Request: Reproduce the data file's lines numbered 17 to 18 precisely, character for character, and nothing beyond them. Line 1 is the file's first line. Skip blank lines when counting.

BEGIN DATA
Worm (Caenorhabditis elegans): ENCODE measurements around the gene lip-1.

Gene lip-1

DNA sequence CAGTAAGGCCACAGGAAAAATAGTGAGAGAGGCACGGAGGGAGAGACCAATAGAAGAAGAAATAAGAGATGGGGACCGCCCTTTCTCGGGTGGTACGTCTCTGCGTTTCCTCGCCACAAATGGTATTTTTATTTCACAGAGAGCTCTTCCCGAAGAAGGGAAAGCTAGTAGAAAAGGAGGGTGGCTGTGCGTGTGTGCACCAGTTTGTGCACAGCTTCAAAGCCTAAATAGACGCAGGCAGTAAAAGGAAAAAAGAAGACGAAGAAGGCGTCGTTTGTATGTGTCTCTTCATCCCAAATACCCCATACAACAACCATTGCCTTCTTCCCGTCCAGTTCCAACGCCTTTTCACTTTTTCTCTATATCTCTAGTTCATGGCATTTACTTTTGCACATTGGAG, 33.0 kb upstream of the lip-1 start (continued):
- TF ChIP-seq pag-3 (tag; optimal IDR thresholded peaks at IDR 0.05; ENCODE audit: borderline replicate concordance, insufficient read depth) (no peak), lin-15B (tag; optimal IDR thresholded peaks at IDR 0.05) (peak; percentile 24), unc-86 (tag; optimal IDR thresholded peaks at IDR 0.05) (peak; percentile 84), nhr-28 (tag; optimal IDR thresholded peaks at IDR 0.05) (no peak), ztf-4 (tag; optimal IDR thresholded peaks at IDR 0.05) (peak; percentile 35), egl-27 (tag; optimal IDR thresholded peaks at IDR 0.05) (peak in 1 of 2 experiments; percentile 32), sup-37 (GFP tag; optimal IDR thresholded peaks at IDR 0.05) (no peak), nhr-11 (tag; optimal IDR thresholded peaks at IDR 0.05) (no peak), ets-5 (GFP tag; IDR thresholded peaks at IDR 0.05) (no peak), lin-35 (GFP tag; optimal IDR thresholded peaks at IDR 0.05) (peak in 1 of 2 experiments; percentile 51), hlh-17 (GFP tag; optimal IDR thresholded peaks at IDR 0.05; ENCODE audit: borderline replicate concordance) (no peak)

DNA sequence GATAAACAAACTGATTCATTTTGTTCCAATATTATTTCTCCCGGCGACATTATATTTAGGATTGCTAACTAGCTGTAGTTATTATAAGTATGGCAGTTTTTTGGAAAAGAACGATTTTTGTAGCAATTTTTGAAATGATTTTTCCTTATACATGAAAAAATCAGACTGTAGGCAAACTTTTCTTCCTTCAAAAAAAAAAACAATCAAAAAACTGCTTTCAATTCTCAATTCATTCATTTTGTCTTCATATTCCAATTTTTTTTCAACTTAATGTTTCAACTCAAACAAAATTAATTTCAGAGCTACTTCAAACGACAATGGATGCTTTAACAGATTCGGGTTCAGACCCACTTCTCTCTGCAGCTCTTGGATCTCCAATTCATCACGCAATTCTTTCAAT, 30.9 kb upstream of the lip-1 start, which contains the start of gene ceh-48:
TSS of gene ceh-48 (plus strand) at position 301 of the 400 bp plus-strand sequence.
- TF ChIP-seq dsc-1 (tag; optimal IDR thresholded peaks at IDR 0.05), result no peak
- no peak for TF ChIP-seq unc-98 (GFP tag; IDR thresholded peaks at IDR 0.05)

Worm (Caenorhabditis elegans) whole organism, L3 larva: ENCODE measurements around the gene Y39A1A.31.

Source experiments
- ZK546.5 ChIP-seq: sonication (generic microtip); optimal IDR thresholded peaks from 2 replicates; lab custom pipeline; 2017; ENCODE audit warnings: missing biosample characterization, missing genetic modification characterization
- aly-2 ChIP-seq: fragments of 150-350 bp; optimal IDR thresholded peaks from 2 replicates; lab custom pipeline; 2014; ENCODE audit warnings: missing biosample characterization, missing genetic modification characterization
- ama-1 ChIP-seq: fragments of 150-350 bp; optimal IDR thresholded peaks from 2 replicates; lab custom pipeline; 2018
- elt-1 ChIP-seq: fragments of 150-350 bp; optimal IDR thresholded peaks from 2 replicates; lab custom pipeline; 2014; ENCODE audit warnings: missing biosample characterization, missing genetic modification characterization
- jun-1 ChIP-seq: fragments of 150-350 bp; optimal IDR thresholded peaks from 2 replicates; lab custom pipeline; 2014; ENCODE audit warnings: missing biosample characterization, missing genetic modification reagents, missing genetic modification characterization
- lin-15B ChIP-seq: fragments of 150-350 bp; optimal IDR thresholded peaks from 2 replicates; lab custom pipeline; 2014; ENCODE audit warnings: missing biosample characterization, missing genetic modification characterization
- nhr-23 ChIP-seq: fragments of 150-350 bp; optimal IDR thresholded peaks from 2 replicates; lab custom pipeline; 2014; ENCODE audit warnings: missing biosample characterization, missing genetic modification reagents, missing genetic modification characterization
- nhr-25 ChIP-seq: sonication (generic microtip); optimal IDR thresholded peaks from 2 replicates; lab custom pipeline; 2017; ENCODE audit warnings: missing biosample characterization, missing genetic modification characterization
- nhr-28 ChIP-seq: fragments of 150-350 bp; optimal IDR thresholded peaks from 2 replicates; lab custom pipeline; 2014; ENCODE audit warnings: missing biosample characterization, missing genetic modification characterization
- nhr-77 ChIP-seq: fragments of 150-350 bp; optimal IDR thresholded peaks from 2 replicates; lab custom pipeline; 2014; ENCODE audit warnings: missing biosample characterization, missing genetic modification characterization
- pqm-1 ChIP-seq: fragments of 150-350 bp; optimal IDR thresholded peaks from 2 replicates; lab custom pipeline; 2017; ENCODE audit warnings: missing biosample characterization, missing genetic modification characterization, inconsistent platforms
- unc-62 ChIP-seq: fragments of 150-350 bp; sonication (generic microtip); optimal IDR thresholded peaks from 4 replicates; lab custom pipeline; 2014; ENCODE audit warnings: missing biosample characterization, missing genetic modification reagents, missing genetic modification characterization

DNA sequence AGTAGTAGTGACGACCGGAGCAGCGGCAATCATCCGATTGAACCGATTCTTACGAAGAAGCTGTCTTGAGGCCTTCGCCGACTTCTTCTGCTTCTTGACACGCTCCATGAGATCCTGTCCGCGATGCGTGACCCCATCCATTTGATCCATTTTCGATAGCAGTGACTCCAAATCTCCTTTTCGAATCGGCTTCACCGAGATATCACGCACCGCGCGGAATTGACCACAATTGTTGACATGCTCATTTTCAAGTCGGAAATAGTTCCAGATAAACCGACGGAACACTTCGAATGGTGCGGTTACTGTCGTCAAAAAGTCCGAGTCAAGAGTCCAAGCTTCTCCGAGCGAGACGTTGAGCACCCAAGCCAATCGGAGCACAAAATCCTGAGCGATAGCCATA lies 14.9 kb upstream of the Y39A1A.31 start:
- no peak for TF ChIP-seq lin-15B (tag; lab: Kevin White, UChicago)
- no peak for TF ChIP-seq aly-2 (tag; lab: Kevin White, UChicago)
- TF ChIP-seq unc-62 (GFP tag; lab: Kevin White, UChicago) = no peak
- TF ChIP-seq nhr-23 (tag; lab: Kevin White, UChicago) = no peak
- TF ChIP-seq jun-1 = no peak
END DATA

- nhr-23 ChIP-seq: fragments of 150-350 bp; optimal IDR thresholded peaks from 2 replicates; lab custom pipeline; 2014; ENCODE audit warnings: missing biosample characterization, missing genetic modification reagents, missing genetic modification characterization
- nhr-25 ChIP-seq: sonication (generic microtip); optimal IDR thresholded peaks from 2 replicates; lab custom pipeline; 2017; ENCODE audit warnings: missing biosample characterization, missing genetic modification characterization